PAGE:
What is parental alienation?
Parental alienation (PA) has been a challenging issue for decades for many women leaving abusive partners. In recent years, the use of PA claims has risen.
A common claim by an abusive partner is that the mother is intentionally alienating the children from him when, in fact, she is engaging in protective parenting because of her concerns for the children’s safety. For example, he may paint her opposition to allowing him to have extensive, overnight or unsupervised parenting time – because of his threats to harm or not return the children — as a campaign to prevent him from having a relationship with his children.
At the same time, some abusive men themselves engage in PA as part of their abuse of their partner. In these cases, the father attempts to turn the children against the mother, presents her as inadequate, incapable or abusive to the children in family court proceedings and interferes with her time with the kids or the decisions she makes on their behalf.
In other words, abusive men use PA in two different ways in their ongoing campaign against their children’s mother by:
- Falsely alleging the mother is alienating the children from him
- Attempting to alienate the children from her
These cases often have poor outcomes for mothers and children; in some significant part because judges and lawyers do not have adequate education and training on intimate partner violence (IPV), including coercive control and parental alienation.
Banning parental alienation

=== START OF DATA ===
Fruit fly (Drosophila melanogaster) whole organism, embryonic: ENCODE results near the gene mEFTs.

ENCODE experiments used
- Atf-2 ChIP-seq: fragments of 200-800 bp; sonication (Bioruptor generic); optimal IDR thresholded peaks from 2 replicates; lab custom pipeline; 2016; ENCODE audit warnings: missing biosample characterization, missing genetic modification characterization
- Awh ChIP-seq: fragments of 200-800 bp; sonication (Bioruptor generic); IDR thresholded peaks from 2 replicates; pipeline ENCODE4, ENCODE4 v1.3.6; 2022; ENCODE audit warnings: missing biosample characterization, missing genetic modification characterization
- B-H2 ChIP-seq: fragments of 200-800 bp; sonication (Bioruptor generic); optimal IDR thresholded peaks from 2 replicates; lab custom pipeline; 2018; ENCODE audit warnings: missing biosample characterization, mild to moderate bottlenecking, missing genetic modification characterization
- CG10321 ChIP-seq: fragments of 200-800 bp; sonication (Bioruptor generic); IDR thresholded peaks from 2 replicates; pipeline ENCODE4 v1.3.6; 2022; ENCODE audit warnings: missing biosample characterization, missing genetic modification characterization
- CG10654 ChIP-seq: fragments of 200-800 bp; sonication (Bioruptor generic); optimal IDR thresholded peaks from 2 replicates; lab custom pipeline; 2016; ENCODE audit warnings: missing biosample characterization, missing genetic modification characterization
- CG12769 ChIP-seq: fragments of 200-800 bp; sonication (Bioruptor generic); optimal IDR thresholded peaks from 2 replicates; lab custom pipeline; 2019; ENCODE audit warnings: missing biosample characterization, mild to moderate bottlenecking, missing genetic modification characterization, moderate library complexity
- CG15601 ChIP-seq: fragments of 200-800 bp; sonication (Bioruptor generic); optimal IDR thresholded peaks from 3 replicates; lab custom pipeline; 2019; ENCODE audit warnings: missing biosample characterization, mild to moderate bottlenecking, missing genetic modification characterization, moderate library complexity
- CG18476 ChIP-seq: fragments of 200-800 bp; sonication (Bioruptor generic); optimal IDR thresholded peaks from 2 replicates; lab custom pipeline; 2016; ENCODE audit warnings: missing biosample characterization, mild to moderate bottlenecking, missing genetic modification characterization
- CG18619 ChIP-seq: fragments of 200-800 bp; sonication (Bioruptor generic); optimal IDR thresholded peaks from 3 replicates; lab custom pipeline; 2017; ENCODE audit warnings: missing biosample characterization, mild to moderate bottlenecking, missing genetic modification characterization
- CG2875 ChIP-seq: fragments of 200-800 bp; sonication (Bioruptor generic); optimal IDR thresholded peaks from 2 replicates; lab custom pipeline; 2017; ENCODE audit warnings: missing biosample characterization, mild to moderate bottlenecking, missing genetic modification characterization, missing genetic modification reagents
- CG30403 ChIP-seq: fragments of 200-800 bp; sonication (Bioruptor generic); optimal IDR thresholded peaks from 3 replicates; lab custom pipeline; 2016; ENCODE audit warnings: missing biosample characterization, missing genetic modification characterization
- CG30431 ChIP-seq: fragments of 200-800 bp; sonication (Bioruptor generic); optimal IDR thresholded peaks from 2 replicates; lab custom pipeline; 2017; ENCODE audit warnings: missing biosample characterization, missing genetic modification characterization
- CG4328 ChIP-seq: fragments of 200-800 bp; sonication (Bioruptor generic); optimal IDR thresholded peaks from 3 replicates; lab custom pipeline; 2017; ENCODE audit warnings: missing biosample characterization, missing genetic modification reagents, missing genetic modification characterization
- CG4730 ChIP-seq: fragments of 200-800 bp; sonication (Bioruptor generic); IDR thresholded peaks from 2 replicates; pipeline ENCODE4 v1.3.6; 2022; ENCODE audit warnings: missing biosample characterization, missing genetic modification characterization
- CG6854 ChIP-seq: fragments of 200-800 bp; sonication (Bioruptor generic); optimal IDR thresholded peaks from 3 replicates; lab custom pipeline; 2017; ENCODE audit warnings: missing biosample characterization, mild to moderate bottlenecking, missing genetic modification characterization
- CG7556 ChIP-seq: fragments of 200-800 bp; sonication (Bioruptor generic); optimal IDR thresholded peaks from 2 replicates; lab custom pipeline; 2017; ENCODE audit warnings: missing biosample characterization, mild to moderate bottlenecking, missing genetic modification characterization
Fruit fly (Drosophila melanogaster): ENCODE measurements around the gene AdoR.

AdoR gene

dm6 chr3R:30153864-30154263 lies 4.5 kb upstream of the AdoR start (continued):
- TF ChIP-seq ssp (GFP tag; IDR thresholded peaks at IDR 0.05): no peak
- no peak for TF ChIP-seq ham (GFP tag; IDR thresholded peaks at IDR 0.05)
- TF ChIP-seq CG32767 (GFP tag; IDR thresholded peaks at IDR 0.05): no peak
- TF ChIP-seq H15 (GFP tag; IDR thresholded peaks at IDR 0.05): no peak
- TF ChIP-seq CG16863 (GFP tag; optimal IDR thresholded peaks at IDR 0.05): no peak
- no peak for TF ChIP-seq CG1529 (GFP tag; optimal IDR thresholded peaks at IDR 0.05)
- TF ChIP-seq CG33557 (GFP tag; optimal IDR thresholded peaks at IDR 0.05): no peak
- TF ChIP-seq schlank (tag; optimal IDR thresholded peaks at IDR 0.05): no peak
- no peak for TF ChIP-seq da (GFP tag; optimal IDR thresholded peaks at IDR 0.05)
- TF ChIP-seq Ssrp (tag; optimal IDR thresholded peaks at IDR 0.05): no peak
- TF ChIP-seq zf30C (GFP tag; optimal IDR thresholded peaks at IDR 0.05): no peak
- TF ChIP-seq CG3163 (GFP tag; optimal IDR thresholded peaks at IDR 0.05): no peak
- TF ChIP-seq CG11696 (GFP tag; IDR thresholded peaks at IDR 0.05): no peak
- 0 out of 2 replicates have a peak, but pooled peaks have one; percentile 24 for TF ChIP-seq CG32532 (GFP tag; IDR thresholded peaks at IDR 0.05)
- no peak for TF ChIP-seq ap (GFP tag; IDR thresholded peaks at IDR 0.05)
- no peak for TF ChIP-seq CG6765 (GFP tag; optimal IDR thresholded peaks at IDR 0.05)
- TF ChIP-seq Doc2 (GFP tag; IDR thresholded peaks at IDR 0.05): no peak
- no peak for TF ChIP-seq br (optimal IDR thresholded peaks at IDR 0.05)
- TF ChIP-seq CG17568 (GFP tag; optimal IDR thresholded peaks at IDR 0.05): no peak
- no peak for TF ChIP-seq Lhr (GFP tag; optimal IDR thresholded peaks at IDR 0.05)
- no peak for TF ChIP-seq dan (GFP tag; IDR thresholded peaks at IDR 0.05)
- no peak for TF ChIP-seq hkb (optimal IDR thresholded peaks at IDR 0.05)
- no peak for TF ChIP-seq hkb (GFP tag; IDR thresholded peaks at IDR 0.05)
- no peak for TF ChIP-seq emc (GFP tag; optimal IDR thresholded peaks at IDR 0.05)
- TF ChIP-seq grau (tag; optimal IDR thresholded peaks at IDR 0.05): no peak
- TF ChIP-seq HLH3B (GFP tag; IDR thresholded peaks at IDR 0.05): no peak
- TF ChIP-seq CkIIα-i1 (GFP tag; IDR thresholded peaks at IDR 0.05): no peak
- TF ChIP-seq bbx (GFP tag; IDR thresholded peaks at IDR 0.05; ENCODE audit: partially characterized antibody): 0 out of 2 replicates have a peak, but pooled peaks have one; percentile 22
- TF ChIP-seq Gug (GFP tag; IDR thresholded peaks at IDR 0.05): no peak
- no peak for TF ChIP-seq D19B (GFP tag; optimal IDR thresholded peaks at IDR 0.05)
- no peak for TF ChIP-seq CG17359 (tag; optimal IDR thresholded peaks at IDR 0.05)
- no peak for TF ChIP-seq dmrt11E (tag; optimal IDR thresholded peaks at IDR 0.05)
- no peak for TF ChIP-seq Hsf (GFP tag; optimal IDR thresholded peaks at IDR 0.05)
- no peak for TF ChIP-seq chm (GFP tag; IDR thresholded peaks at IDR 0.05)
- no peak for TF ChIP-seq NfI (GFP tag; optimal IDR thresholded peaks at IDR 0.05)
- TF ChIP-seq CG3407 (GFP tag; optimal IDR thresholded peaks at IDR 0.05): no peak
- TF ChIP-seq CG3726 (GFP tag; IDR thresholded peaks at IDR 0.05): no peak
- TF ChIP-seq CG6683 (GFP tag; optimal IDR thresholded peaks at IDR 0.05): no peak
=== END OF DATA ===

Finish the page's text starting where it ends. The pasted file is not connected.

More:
In 2023, the United Nations Special Rapporteur on Violence Against Women issued a report on parental alienation, in which she called for, among other things, countries to ban the use of PA claims in family court cases.
In Canada, there has recently been a call by a number of women’s equality and violence against women organizations for the federal government to amend the Divorce Act to ban PA in family court cases.
We are concerned that simply banning the use of the term “parental alienation” will not solve the problem for some of the following reasons:
- Abusers sometimes engage in PA as part of their pattern of IPV; a ban would prohibit the survivor from raising it in her case
- Banning the term without other steps being taken won’t stop the claims from being made; they will instead be made using different language
- Banning a term will not improve outcomes for IPV survivors and their children unless family law lawyers and family court judges receive adequate IPV education
Instead, we need a nuanced approach that includes judicial education as well as a stepped approach when a party in a family court proceeding wants to raise the issue of PA. Coupled with high-quality IPV education for judges and others in the family court system, this approach could work well to ensure that courts respond appropriately to PA allegations and lead to good outcomes for IPV survivors and their children.